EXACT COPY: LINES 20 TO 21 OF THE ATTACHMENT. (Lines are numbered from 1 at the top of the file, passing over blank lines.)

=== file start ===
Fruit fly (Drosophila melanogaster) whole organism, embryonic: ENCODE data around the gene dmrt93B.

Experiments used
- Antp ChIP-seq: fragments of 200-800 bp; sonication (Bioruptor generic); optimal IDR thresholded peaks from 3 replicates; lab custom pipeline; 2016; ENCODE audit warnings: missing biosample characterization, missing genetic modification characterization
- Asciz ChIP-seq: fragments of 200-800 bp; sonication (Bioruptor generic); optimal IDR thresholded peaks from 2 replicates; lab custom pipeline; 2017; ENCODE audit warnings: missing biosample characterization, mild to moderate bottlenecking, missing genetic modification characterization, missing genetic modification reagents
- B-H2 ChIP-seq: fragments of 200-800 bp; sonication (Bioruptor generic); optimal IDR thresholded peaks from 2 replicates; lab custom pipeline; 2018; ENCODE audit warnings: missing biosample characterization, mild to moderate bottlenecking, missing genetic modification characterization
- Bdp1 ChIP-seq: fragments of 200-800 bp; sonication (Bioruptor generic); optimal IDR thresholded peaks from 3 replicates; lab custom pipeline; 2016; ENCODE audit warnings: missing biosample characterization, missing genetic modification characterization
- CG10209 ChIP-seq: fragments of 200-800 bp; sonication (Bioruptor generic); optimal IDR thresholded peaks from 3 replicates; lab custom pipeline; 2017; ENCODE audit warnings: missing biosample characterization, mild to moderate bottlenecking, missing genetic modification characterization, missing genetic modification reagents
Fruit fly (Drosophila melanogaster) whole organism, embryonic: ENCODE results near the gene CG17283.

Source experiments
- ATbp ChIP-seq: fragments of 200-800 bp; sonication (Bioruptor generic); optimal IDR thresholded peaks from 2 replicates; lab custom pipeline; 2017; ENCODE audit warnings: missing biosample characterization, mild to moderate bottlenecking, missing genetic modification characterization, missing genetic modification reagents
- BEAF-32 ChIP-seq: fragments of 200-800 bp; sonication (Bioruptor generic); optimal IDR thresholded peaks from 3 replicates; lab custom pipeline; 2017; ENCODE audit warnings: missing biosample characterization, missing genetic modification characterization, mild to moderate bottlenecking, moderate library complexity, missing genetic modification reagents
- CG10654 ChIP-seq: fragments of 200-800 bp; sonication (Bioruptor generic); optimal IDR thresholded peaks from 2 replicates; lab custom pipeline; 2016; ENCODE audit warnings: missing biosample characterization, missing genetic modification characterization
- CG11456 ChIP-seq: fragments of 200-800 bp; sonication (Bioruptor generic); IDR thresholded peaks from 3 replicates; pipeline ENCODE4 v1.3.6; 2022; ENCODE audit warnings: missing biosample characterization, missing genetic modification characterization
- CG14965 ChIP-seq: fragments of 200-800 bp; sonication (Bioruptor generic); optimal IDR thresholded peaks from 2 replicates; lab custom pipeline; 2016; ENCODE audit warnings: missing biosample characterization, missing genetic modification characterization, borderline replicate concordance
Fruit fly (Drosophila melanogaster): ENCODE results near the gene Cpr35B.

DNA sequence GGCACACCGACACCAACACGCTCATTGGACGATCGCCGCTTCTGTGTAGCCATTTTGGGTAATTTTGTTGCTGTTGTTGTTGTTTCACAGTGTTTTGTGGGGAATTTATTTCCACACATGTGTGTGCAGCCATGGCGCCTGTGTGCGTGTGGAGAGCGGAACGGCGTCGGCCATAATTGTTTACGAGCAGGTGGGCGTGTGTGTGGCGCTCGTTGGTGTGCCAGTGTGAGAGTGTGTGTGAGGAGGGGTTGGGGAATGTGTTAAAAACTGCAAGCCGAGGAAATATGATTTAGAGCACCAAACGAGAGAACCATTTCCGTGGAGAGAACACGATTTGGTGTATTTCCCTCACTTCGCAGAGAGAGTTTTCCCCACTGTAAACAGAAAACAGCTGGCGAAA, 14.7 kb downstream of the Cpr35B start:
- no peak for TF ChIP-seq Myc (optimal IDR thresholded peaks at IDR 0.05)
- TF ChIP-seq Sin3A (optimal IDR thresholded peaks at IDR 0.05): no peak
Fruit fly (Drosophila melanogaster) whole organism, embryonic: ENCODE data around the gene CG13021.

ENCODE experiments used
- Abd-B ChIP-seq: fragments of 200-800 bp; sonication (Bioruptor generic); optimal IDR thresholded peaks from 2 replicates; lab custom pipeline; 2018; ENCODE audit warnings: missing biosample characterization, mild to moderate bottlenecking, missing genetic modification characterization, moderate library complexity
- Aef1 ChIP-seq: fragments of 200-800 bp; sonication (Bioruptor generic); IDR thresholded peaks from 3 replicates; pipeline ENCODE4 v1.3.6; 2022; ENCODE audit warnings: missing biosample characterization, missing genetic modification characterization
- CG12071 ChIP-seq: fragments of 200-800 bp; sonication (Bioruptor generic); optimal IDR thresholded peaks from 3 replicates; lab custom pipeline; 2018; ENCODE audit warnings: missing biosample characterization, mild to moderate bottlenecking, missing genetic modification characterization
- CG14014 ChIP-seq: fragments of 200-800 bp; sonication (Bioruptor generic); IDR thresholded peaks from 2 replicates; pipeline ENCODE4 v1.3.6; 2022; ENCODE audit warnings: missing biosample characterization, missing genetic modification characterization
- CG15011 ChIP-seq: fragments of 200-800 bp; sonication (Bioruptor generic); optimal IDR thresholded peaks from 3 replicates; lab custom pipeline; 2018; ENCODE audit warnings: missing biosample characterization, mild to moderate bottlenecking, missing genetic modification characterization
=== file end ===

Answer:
ENCODE experiments used
- Abd-B ChIP-seq: fragments of 200-800 bp; sonication (Bioruptor generic); optimal IDR thresholded peaks from 2 replicates; lab custom pipeline; 2018; ENCODE audit warnings: missing biosample characterization, mild to moderate bottlenecking, missing genetic modification characterization, moderate library complexity